Both in life and in sports, there are varying degrees of losing.
Take, for instance, the NBA’s Indiana Pacers and Toronto Raptors. Both teams lost to the Cleveland Cavaliers in the Eastern Conference playoffs. But the Pacers forced a critical Game 7, while the Raptors were swept as the No. 1 seed. Indiana can walk away from its loss feeling inspired and hopeful for the future, while Toronto is probably looking at the possibility of blowing up the whole team.
Both of those teams lost, but those losses aren’t equal.
By any metric, ESPN’s newest morning talk show “Get Up!” has been a big loss for the company.
Taking aim at a younger demographic, which seems misguided considering much of the younger demographic needs to get ready for school early in the morning, “Get Up!” has been an unmitigated disaster ratings-wise.
Ratings for the show have consistently dropped after netting an unimpressive 283,000 viewers for the inaugural episode May 2.
“Get Up!” is also dealing with something worse than horrendous ratings — indifference.
Whereas trashier sports debate shows like “Undisputed” and “First Take” might not offer much in improved ratings or critical reception, at least people are talking about how bad Skip Bayless or Stephen A. Smith’s latest nonsensical hot take is. “Get Up!” doesn’t even have the benefit of being so bad that it’s worthy of discussion.
Compounding those issues is the fact that the three big stars ESPN tabbed to co-host “Get Up!” are raking in an unfathomable $15 million combined — and that figure accounts just for Michelle Beadle, Jalen Rose and Mike Greenberg, not the crew or any of the other ancillary costs involved with running a nationally televised show.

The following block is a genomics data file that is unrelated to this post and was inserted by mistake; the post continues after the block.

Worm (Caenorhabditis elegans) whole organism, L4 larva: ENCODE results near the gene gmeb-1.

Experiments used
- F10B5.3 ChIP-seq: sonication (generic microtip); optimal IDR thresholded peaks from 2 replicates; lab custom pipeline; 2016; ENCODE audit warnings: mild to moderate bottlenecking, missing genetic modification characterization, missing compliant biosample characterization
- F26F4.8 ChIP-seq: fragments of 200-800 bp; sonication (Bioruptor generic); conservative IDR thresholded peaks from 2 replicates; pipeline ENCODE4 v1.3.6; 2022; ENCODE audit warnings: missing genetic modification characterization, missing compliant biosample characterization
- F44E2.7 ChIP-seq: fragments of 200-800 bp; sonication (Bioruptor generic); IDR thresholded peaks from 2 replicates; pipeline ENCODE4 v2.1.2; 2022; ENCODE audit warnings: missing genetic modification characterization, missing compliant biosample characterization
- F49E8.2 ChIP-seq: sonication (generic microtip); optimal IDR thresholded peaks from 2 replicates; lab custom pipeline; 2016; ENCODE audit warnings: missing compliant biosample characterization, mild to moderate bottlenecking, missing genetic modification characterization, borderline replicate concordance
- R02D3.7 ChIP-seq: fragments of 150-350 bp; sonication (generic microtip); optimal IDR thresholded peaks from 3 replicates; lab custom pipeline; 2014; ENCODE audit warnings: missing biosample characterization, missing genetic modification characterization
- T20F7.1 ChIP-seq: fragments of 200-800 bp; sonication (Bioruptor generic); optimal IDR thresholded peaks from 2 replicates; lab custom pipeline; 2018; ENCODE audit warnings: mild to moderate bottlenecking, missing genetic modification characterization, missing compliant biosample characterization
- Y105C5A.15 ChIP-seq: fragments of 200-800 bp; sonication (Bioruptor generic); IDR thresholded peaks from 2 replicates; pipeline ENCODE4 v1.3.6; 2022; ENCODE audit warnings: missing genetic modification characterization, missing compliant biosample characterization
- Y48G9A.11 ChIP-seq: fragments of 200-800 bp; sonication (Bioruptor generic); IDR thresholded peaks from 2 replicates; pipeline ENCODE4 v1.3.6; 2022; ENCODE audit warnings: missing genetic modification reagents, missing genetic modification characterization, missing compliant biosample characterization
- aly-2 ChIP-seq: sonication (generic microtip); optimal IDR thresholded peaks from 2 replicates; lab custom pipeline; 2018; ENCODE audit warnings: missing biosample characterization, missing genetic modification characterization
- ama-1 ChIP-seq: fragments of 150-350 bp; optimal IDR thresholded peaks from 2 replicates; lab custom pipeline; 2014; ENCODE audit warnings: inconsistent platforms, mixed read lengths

Very clearly, “Get Up!” has been a loss for “The Worldwide Leader.” But with resources as vast as ESPN’s, “Get Up!” could’ve just been a Pacers-sized loss.
Instead, it’s officially becoming a Raptors-sized loss, and perhaps even more of a gut punch than Toronto’s embarrassing defeat.
The NFL Network shared some ratings numbers for its “Good Morning Football” show with Sports Illustrated, and the numbers show just how bad “Get Up!” has been for ESPN.
Since the debut of “Get Up!” ratings numbers in key demographics have all surged for “Good Morning Football.”
Remember, and this can’t be stressed enough, it’s not even football season.
In the ever-critical 18-49 demographic, “Good Morning Football” has seen a 20 percent uptick since “Get Up!” began.
In terms of total viewers, “Good Morning Football” saw a 23 percent increase since the advent of the ESPN show. And compared with the same time last year, “Good Morning Football” is enjoying a whopping 40 percent bump in the 18-49 demographic.
Those aren’t small jumps. Those are swathes of football fans whom ESPN is picking up in a limo and dropping off in the parking lot of a competitor.
New ESPN president Jimmy Pitaro is going to have quite a decision on his hands regarding “Get Up!” and its struggles. You never want to pull the plug too early or too late. But by the same token, even the worst shows rarely push viewers to their competition.
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